This invention is directed to aqueous compositions for cleaning lipid deposits and/or prevention of lipid deposition on medical device, especially on contact lenses, and methods of using these compositions. The term "cleaning lipid deposits" includes preventing, removing, and/or reducing the formation of lipid deposits. Combinations according to the invention have been found to improve the lipid cleaning properties for contact lenses and prevent the overgrowth of harmful bacteria and molds without adversely affecting the comfort or safety in terms of the level of toxicity to eye tissue.
It has also been found that a combination of branched and straight chain polyether surfactants is not only effective in cleaning lipid deposits, but is comfortable for use in the eye. The aqueous composition of the invention is believed to reduce the hydrophobicity of the lens surface, especially in the case of a silicone hydrogel, which may reduce the affinity of lipids to the lens surface. The combination of branched and straight chain polyether surfactants according to the invention may not only prevent the deposition of lipids, but also to some extent may loosen deposits on the lens, wherein removal is assisted by the natural cleaning action of blinking.
A branched chain polyether surfactant is considered to be a star-type polymer, such as a tetra-polyether substituted derivative of ethylenediamine, or the like. A linear polyether surfactant is considered to have no branched or graft junctions, but may include pendant functional groups.
Ophthalmic lenses can generally be subdivided into two major classes, namely hydrogel and rigid gas permeable lenses. Hydrogel lenses are either the traditional type, such as these derived from 2-hydroxyethyl methacryl or of silicone hydrogels, such as those derived from siloxanyl monomers and macromonomers. Rigid permeable lenses do not absorb appreciable amounts of water, whereas hydrogels can absorb and retain water in an equilibrium state. Hydrogels are widely used as soft contact lens materials. It is known that increasing the hydrophilicity of the contact lens surface improves the wettability of the contact lenses. This in turn is associated with improved wear comfort of contact lenses. Additionally, the surface of the lens can affect the overall susceptibility of the lens to deposition of proteins and lipids from the tear fluid during lens wear. Accumulated deposits can cause eye discomfort or even inflammation.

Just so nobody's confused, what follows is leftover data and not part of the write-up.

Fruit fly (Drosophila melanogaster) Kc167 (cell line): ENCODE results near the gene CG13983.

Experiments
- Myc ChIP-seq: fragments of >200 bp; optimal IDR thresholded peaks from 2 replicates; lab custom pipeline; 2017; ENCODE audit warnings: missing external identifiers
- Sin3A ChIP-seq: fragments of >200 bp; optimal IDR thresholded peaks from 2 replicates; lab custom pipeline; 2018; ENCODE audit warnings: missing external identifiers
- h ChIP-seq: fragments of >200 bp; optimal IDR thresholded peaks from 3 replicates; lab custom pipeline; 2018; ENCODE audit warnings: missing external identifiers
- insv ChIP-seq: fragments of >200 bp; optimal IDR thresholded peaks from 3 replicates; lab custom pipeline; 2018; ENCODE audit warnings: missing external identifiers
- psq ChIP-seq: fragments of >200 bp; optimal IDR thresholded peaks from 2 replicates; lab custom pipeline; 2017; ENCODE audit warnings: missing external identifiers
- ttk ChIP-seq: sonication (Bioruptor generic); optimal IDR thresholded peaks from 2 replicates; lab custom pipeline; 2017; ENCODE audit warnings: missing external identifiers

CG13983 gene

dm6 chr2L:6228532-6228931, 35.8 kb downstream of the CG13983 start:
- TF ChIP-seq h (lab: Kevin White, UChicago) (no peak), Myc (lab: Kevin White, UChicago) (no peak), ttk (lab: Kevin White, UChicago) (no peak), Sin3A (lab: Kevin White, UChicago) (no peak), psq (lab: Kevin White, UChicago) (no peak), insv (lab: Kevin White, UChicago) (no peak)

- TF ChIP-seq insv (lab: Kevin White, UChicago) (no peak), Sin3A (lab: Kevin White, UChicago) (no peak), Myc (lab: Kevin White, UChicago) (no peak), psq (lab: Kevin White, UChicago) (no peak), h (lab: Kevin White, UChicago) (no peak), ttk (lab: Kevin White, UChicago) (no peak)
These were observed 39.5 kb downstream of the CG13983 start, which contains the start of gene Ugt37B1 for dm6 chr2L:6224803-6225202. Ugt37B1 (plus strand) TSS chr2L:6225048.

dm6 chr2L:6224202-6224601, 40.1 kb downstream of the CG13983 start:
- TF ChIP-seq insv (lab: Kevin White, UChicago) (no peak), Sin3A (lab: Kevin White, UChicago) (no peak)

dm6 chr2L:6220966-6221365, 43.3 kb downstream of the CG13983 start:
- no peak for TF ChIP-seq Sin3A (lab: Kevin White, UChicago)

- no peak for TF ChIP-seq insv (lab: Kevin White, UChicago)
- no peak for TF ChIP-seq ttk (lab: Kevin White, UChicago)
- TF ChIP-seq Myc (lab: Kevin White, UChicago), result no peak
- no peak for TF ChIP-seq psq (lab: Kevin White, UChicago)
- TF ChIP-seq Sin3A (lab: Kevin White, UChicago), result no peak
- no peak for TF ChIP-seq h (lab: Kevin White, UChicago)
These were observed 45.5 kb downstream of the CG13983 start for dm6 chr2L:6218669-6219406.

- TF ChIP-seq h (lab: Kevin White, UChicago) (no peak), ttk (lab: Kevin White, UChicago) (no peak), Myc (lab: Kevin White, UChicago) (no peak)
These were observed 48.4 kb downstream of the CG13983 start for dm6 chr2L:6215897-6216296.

The aqueous compositions of the invention can be used with all types of contact lenses such as conventional hard, soft and rigid gas permeable lenses as well as silicone hydrogels. The term "soft lens" is meant a lens having a proportion of hydrophilic repeat units such that the water content of the lens during use is at least 20% by weight. The term "soft contact lens" as used herein generally refers to those contact lenses that readily flex under small amounts of force. Typically, soft contact lenses are formulated from polymers having a certain proportion of repeat units derived from 2-hydroxyethyl methacrylate and/or other hydrophilic monomers or macromonomers, typically crosslinked with a crosslinking agent. However, newer soft lenses, especially for extended wear, are being made from high-Dk siloxane-containing materials.
The aqueous compositions according to the invention for cleaning lipid deposits and/or prevention of lipid deposition on a medical device advantageously contain beneficial compositions of surfactants which yield highly effective lipid cleaning. Various other surfactants suitable for use in the invention are disclosed in McCutcheon's Detergents and Emulsifiers, North American Edition, McCutcheon Division, MC Publishing Co., Glen Rock, NJ. 07452 and the CTFA International Cosmetic Ingredient Handbook, Published by The Cosmetic, Toiletry, and Fragrance Association, Washington, D. C.
According to the invention, an aqueous composition for cleaning lipid deposits and/or prevention of lipid deposition on a medical device comprising:
(a) a branched chain polyether surfactant having an HLB value greater than or equal to 18; and (b) a straight chain polyether surfactant having an HLB value less than or equal to 15, wherein the surfactant (b) is present in an amount effective to improve the lipid cleaning effect of the composition. The aqueous composition of the invention may further comprising:
(c) a straight chain polyether surfactant having an HLB value greater than or equal to 18.